assignment6a - Massachusetts Institute of Technology...

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Massachusetts Institute of Technology Department of Electrical Engineering and Computer Science 6.087: Practical Programming in C IAP 2010 Problem Set 6 Solutions Part 1: Pointers to pointers. Multidimensional arrays. Stacks and queues. Out: Wednesday, January 20, 2010. Due: Friday, January 22, 2010. This is Part 1 of a two-part assignment. Part 2 will be released Thursday. Problem 6.1 In this problem, we will implement a simple “four-function” calculator using stacks and queues. This calculator takes as input a space-delimited in±x expression (e.g. 3 + 4 * 7 ), which you will convert to post±x notation and evaluate. There are four (binary) operators your calculator must handle: addition ( + ), subtraction ( - ), multiplication ( * ), and division ( / ). In addition, your calculator must handle the unary negation operator (also - ). The usual order of operations is in effect: the unary negation operator - has higher precedence than the binary operators, and is eval- uated right-to-left ( right-associative ) * and / have higher precedence than + and - all binary operators are evaluated left-to-right ( left-associative ) To start, we will not consider parentheses in our expressions. The code is started for you in prob1.c , which is available for download from Stellar. Read over the ±le, paying special attention to the data structures used for tokens, the stack, and queue, as well as the functions you will complete. (a) We have provided code to translate the string to a queue of tokens, arranged in in±x (natural) order. You must: ±ll in the infix to postfix() function to construct a queue of tokens arranged in post±x order (the in±x queue should be empty when you’re done) complete the evaluate postfix() function to evaluate the expression stored in the post±x queue and return the answer may assume the input is a valid in±x expression, but it is good practice to make your code robust by handling possible errors (e.g. not enough tokens) . Turn in a printout of your code, along with a printout showing the output from your program for a few test cases (in±x expressions of your choosing) to demonstrate it works properly. 1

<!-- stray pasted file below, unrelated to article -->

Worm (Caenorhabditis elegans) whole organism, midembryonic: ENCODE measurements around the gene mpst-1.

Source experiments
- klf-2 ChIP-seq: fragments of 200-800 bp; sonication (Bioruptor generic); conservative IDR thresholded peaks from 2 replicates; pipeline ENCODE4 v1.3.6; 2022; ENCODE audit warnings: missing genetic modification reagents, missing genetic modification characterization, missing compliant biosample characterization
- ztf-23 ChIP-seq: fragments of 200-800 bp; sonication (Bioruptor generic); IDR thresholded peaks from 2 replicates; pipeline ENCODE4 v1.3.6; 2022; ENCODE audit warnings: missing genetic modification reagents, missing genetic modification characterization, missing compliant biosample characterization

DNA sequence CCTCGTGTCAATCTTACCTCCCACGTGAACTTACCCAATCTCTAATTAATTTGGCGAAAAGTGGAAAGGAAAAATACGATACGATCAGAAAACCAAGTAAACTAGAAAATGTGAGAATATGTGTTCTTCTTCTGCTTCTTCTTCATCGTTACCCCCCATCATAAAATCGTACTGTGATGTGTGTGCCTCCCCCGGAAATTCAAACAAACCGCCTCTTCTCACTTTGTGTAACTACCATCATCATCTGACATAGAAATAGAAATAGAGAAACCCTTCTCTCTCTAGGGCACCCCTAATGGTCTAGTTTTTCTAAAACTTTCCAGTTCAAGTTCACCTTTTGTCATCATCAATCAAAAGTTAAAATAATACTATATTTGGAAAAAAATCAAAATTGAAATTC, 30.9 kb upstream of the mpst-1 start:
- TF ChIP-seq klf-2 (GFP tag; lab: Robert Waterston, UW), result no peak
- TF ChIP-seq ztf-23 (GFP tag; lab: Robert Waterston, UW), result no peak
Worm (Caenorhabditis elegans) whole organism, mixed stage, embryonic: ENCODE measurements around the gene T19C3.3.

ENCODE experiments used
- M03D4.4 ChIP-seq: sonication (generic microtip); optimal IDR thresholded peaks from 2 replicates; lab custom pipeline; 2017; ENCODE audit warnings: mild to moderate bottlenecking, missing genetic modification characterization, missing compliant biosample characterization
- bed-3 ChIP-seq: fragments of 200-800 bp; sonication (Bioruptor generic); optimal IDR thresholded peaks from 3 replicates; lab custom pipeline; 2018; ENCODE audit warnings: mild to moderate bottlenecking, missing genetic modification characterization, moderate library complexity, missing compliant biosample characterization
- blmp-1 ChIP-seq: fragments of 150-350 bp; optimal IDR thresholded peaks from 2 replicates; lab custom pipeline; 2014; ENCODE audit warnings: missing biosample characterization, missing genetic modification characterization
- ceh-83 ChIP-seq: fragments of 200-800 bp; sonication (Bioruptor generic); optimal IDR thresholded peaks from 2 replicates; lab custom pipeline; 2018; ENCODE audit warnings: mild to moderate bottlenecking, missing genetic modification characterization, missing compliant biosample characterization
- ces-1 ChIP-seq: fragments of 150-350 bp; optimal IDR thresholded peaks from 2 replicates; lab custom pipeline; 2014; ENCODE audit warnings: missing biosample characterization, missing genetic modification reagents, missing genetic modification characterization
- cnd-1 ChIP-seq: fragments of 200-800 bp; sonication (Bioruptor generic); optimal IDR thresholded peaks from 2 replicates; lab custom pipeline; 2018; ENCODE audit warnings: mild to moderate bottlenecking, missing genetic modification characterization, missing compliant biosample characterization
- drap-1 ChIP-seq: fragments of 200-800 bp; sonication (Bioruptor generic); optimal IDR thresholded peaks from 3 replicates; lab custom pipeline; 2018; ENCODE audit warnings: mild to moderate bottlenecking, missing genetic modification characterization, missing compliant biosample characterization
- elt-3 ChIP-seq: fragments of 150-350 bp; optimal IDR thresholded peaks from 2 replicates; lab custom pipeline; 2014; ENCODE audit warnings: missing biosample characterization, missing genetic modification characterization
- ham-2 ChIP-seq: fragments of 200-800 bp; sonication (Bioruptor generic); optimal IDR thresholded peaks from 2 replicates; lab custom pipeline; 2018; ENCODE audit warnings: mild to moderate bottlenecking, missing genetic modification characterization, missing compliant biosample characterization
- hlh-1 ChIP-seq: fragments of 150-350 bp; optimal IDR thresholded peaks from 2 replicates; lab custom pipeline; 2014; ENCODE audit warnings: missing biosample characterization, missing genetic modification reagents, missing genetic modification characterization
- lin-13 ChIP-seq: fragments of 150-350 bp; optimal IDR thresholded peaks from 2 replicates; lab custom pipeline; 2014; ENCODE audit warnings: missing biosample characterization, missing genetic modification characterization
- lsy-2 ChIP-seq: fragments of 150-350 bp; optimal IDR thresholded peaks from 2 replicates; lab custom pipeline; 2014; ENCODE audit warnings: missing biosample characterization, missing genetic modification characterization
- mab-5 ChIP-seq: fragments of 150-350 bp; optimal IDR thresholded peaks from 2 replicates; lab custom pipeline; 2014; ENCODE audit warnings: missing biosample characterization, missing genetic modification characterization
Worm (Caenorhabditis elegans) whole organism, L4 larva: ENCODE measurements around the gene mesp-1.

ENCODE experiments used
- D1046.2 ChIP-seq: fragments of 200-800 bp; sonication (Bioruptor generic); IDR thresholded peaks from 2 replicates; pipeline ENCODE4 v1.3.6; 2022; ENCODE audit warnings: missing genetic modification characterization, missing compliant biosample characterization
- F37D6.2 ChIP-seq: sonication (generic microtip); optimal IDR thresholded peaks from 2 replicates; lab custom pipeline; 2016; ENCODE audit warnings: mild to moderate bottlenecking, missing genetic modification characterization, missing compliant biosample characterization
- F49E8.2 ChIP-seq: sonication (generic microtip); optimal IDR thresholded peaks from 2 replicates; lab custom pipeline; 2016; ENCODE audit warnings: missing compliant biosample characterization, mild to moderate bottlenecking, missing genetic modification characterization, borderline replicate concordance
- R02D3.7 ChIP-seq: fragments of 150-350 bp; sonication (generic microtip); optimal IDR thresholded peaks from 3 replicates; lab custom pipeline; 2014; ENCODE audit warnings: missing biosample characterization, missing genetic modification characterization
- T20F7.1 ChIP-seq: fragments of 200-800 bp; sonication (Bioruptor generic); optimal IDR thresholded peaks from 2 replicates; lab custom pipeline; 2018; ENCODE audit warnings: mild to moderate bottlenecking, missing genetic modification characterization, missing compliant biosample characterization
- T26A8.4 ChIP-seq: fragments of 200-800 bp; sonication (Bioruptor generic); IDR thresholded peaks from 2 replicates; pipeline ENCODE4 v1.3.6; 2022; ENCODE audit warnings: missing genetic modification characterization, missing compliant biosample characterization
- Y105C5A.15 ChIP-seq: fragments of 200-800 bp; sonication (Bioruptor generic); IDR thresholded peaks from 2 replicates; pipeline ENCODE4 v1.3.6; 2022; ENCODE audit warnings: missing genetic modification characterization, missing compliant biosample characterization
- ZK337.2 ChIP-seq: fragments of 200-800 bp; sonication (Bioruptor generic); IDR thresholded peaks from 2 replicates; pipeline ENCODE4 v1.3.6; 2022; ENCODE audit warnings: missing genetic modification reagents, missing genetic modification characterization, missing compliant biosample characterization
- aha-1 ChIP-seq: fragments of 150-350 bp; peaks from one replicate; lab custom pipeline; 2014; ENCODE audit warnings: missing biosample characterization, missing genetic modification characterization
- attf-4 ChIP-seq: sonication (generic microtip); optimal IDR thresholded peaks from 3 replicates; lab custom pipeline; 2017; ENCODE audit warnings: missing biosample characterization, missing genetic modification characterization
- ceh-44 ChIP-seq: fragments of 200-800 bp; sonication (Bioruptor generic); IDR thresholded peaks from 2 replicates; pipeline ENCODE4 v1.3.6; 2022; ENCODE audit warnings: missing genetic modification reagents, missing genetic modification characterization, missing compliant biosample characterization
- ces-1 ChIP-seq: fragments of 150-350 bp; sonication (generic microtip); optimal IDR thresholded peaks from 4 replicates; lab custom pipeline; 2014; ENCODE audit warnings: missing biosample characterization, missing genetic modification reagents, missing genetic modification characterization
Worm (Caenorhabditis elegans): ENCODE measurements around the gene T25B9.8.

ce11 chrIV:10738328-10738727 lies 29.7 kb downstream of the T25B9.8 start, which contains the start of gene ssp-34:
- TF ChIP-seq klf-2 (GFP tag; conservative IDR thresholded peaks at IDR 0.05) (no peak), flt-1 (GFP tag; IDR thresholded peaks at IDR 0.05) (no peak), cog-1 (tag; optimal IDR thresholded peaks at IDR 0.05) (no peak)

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Answer: Here’s one possible implementation: (only functions infix to postfix() and evaluate postfix() shown) / creates a queue of tokens in postfix order from a i n f i x / / postcondition : returned contains a l l the tokens , and pqueue infix should be empty / struct token i n f i x t o p o s t f i x ( ) { / TODO: construct ordered ; a l l i n f i x added to or freed / p expr stack top = NULL, ptoken ; ; postfix . front = postfix . back = NULL; for ( ptoken = dequeue ( pqueue infix ) ; ptoken ; = infix )) { switch > type ) { case OPERAND: / operands d i r e c t l y / enqueue(&queue , ) ; break ; OPERATOR: / operator , after operators higher precedence are moved / while ( && ( op precedences [ > value .
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assignment6a - Massachusetts Institute of Technology...

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